### Resume work on polymorphism post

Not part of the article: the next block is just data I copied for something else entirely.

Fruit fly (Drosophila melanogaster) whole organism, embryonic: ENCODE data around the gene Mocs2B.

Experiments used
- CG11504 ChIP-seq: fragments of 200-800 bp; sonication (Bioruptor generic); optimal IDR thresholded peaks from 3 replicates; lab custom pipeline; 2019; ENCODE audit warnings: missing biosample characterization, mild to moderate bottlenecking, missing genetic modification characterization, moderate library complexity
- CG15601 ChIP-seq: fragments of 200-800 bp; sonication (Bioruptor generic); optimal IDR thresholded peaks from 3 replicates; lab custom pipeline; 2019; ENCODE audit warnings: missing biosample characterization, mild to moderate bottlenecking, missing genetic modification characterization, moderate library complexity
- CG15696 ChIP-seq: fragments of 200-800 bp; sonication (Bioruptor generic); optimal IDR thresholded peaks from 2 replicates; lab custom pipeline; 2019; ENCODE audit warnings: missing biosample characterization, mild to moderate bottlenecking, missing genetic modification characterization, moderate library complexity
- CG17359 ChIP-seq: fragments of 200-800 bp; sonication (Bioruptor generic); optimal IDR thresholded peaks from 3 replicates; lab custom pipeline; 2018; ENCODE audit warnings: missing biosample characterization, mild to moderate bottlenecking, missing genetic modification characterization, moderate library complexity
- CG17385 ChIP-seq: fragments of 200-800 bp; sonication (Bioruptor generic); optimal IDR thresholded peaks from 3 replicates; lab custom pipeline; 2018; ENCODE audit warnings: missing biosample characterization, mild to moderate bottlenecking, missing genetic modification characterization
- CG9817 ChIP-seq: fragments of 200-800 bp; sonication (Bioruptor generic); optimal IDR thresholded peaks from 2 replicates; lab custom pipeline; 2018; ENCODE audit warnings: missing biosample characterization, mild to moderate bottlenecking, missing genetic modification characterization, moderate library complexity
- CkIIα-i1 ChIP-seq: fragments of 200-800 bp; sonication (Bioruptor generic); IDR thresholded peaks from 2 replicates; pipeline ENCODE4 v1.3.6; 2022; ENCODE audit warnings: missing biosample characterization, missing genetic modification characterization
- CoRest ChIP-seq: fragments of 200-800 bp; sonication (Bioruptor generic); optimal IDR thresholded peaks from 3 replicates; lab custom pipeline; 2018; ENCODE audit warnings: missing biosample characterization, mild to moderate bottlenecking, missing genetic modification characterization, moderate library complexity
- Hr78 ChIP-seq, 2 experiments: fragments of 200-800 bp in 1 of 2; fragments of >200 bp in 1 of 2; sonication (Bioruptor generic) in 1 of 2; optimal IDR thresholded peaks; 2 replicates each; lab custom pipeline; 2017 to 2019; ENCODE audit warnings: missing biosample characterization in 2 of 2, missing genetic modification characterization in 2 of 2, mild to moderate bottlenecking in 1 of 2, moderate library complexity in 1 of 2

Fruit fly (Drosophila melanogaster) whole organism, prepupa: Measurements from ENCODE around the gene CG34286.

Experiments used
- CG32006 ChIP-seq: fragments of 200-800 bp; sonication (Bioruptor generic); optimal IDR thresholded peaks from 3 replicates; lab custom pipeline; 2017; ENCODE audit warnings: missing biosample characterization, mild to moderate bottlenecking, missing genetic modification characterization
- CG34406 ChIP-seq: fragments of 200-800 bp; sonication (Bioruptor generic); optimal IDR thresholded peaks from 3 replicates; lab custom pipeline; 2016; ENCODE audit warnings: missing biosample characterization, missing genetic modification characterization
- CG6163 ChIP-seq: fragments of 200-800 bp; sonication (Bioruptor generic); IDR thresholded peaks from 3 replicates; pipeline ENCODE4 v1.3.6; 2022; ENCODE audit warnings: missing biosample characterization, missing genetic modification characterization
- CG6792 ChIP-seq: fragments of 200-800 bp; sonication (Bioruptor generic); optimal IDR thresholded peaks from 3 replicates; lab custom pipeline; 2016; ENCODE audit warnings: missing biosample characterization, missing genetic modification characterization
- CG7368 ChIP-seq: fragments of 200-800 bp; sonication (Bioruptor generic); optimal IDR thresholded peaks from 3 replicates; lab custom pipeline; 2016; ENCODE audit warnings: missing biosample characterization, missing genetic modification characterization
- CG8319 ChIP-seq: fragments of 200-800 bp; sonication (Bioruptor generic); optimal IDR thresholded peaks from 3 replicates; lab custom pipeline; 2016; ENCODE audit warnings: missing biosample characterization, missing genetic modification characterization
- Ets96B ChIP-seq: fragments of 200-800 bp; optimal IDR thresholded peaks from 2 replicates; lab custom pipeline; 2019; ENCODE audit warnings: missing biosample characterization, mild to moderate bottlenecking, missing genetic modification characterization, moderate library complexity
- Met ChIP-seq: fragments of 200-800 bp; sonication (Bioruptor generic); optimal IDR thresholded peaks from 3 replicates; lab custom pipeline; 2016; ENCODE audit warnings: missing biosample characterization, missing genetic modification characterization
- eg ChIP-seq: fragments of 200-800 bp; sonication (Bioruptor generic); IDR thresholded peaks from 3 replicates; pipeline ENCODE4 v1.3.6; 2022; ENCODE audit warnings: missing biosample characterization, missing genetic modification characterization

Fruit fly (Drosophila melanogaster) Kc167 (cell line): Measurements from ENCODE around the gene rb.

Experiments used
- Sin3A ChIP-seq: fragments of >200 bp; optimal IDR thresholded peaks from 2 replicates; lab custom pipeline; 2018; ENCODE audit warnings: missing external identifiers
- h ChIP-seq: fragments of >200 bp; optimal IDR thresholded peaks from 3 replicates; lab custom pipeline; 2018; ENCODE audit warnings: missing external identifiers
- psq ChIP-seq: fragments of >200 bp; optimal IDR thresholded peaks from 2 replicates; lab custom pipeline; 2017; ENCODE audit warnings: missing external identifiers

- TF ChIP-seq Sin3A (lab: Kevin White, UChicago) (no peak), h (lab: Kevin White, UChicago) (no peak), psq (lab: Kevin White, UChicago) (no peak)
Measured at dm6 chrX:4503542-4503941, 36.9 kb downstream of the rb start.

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 @ -1,11 +1,11 @@ --- title: Compiling a Functional Language Using C++, Part 10 - Polymorphism date: 2019-12-09T23:26:46-08:00 date: 2020-02-29T20:09:37-08:00 tags: ["C and C++", "Functional Languages", "Compilers"] draft: true --- Last time, we wrote some pretty interesting programs in our little language. [In part 8]({{< relref "08_compiler_llvm.md" >}}), we wrote some pretty interesting programs in our little language. We successfully expressed arithmetic and recursion. But there's one thing that we cannot express in our language without further changes: an if statement. @ -49,17 +49,15 @@ set of rules to describe our program's types. One such set of rules is the [Hindley-Milner type system](https://en.wikipedia.org/wiki/Hindley%E2%80%93Milner_type_system), which we have previously alluded to. In fact, the rules we came up with were already very close to Hindley-Milner, with the exception of two: __generalization__ and __instantiation__. Instantiation first: __generalization__ and __instantiation__. It's been quite a while since the last time we worked on typechecking, so I'm going to present a table with these new rules, as well as all of the ones that we previously used. I will also give a quick summary of each of these rules. $$\frac {\\Gamma \\vdash e : \\sigma \\quad \\sigma' \\sqsubseteq \\sigma} {\\Gamma \\vdash e : \\sigma'}$$ Next, generalization: $$\frac {\\Gamma \\vdash e : \\sigma \\quad \\alpha \\not \\in \\text{free}(\\Gamma)} {\\Gamma \\vdash e : \\forall a . \\sigma}$$ Rule|Name and Description -----|------- $$\\frac{x:\\sigma \\in \\Gamma}{\\Gamma \\vdash x:\\sigma}$$| __Var__: If the variable \$$x\$$ is known to have some polymorphic type \$$\\sigma\$$ then an expression consisting only of that variable is of that type. $$\\frac{\\Gamma \\vdash e\_1 : \\tau\_1 \\rightarrow \\tau\_2 \\quad \\Gamma \\vdash e\_2 : \\tau\_1}{\\Gamma \\vdash e\_1 \\; e\_2 : \\tau\_2}$$| __App__: If an expression \$$e\_1\$$, which is a function from monomorphic type \$$\\tau\_1\$$ to another monomorphic type \$$\\tau\_2\$$, is applied to an argument \$$e\_2\$$ of type \$$\\tau\_1\$$, then the result is of type \$$\\tau\_2\$$. $$\\frac{\\Gamma, x:\\tau \\vdash e : \\tau'}{\\Gamma \\vdash \\lambda x.e : \\tau \\rightarrow \\tau'}$$| __Abs__: If the body \$$e\$$ of a lambda abstraction \$$\\lambda x.e\$$ is of type \$$\\tau'\$$ when \$$x\$$ is of type \$$\\tau\$$ then the whole lambda abstraction is of type \$$\\tau \\rightarrow \\tau'\$$. $$\\frac{\\Gamma \\vdash e : \\tau \\quad \\text{matcht}(\\tau, p\_i) = b\_i \\quad \\Gamma,b\_i \\vdash e\_i : \\tau\_c}{\\Gamma \\vdash \\text{case} \\; e \\; \\text{of} \\; \\\{ (p\_1,e\_1) \\ldots (p\_n, e\_n) \\\} : \\tau\_c }$$ | __Case__: This rule is not part of Hindley-Milner, and is specific to our language. If the expression being case-analyzed is of type \$$\\tau\$$ and each branch \$$(p\_i, e\_i)\$$ is of the same type \$$\\tau\_c\$$ when the pattern \$$p\_i\$$ works with type \$$\\tau\$$ producing extra bindings \$$b\_i\$$, the whole case expression is of type \$$\\tau\_c\$$. $$\\frac{\\Gamma \\vdash e : \\sigma \\quad \\sigma' \\sqsubseteq \\sigma}{\\Gamma \\vdash e : \\sigma'}$$| __Inst (New)__: If type \$$\\sigma'\$$ is an instantiation of type \$$\\sigma\$$ then an expression of type \$$\\sigma\$$ is also an expression of type \$$\\sigma'\$$. $$\\frac{\\Gamma \\vdash e : \\sigma \\quad \\alpha \\not \\in \\text{free}(\\Gamma)}{\\Gamma \\vdash e : \\forall a . \\sigma}$$| __Gen (New)__: If an expression has a type with free variables, this rule allows us generalize it to allow all possible types to be used for these free variables.